The Wrangler National Finals Rodeo (NFR) takes over Las Vegas Dec. 1-10, with many thousands of Western-clad visitors expected to pull for their favorite athletes at the world’s richest rodeo.
The PRCA’s 2016 regular season closed on Sept. 30. The 2017 regular season opened on Oct. 1.
A competitor’s earnings from a rodeo with a concluding date of Sept. 30 or earlier this year counted toward the 2016 PRCA standings. A competitor’s earnings from a rodeo that closed on Oct. 1 or afterward count toward the 2017 standings.
For example, Marcos Costa, a Brazilian who lives in Childress, earned $2,619 after finishing third at the Sept. 24-29 Pasadena (Texas) Livestock Show Rodeo. Those earnings counted toward the 2016 world standings.
After placing at the Pasadena rodeo, Costa is ranked No. 1 in PRCA’s 2016 tie-down roping standings and has earned his second consecutive trip to the Wrangler National Finals Rodeo in Las Vegas.
Costa also earned $1,965 as the result of tying for second at the Waller County Fair & Rodeo in Hempstead, which began Sept. 29, but concluded on Oct. 1. A competitor’s earnings from the Hempstead rodeo counts toward the 2017 standings.
Thurston, from Big Valley, Alberta, took the lead in the first round of saddle bronc riding with an impressive 84-point ride on Hi Lo Pro Rodeo’s horse named LuLu. Thurston is following in the footsteps of his father, Skeeter Thurston, who was the rookie saddle bronc riding champion here in 1982. Zeke Thurston qualified for his first Wrangler National Finals Rodeo (NFR) last year and is on pace for another trip to Las Vegas next December.
He finished last season in 11th place and is hoping to improve that position this year. Like any other cowboy, getting to the NFR and earning a gold buckle is his ultimate goal. He is currently ranked 10th in the world standings and needs to remain among the top 15 through the end of September to earn his second NFR qualification.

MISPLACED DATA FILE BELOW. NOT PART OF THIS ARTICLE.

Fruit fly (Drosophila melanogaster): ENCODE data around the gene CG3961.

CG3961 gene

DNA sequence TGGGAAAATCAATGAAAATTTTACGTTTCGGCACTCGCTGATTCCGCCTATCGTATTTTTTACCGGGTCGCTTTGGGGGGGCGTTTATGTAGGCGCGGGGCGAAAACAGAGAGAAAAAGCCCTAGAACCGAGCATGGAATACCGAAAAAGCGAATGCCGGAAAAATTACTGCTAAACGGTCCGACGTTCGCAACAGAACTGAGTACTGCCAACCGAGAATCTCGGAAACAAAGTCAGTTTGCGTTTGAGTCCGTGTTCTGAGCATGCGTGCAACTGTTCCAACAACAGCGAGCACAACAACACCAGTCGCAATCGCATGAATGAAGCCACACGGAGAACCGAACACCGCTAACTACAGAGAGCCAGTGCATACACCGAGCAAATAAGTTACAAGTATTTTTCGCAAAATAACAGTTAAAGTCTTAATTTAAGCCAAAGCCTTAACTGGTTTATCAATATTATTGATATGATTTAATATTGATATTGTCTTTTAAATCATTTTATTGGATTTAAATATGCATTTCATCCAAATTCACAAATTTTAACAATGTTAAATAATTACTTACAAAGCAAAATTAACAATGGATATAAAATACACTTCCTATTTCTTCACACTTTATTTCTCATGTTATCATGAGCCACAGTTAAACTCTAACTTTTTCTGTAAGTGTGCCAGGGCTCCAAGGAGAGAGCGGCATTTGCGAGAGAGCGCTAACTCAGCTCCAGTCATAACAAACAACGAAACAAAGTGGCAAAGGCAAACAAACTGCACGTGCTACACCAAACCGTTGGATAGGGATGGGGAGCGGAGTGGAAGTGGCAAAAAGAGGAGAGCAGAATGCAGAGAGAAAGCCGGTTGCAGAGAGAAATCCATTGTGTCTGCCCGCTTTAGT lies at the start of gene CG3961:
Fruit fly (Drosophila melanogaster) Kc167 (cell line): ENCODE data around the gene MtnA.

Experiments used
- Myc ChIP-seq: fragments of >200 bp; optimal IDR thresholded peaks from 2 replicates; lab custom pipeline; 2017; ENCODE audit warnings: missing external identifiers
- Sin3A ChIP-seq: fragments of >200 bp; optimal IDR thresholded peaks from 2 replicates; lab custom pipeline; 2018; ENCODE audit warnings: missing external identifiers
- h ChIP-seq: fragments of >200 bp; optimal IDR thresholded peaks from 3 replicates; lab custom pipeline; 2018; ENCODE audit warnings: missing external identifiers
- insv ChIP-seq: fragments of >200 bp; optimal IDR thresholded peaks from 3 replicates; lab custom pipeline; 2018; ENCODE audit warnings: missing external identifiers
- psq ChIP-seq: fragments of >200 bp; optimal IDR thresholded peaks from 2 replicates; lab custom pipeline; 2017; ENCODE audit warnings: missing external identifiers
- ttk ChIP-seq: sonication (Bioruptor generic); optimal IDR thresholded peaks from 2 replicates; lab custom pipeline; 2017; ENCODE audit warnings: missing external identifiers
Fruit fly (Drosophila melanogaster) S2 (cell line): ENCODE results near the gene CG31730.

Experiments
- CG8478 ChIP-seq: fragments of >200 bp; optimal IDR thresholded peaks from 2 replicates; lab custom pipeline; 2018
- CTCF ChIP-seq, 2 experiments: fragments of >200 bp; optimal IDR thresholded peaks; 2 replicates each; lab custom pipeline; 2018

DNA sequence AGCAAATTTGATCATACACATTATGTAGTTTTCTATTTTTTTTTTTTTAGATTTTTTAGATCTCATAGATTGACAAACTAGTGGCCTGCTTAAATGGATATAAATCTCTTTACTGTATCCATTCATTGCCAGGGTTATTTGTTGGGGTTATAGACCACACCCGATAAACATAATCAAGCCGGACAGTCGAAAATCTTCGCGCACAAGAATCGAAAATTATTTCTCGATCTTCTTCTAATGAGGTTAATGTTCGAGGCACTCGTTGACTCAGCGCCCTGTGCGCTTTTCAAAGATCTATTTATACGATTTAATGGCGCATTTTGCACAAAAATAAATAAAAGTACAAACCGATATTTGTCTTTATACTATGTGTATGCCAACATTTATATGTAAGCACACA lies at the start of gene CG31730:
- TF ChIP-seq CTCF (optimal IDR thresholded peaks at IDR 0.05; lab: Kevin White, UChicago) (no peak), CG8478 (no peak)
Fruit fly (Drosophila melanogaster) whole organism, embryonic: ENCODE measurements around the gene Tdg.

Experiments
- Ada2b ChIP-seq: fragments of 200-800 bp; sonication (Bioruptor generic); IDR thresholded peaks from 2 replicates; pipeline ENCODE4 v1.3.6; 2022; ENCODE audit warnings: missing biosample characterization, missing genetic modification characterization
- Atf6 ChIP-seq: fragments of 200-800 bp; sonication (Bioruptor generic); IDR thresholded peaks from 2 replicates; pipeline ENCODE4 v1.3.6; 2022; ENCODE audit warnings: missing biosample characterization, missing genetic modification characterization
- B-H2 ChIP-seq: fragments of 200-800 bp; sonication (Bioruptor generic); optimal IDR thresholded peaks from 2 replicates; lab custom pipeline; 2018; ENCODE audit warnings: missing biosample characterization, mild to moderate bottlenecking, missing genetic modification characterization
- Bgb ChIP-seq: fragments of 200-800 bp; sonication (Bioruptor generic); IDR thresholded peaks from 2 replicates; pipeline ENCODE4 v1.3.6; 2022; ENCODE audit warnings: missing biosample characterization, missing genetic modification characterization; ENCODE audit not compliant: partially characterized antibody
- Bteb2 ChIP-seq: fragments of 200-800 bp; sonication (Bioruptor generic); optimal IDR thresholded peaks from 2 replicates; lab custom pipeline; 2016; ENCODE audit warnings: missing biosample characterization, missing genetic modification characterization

Thurston is coming off of one of the biggest wins of his career in his home country. Just over a week ago, he won the Calgary Stampede Rodeo and the $100,000 bonus that goes with it. Remarkably, this is the second time he has earned that title and while it doesn’t count towards the world standings, it certainly counts in his bank account.
Wrangler National Finals Rodeo held in Las Vegas in December. Two finished as reserve world champions there and five of them are entered in this year’s rodeo hoping to defend their titles.
Lisa Lockhart, from Oelrichs, S.D., won the barrel racing here last year on her great buckskin horse Louie. The duo went on to qualify for their ninth NFR and left Las Vegas just short of the world title. Luke Brown, from Stephenville, Texas won the team roping here a year ago roping with Kollin Von Ahn from Blanchard, Okla. Brown also finished as the reserve world champion.
He will be roping here this year with Jake Long from Coffeyville, Kan. They are currently at the top of the Professional Rodeo Cowboys Association’s (PRCA) world standings. Also back to defend their titles will be bareback rider Tanner Aus from Granite Falls, Minn.; steer wrestler Nick Guy from Sparta. Wisc.; and tie-down roper Marty Yates, from Stephenville, Texas.
Wrangler National Finals Rodeo (NFR) qualifier in 2008-10 and 2015 for team roping, LeMond joined the PRCA in 2002.
In 2015, he bounced back nicely from an injury which had forced him to miss most of the 2014 season. Last season, LeMond placed in eight rounds of the NFR in Las Vegas in team roping, and he placed in four rounds at the Clem McSpadden National Finals Steer Roping in Mulvane, Kansas.
The total payout for this year’s Frontier Days Rodeo, which conducted eight performances from June 28 through July 4, was a hefty $252,219.
What follows is a brief rundown of the rest of the winners in each of the primary pro-rodeo events at this year’s rodeo.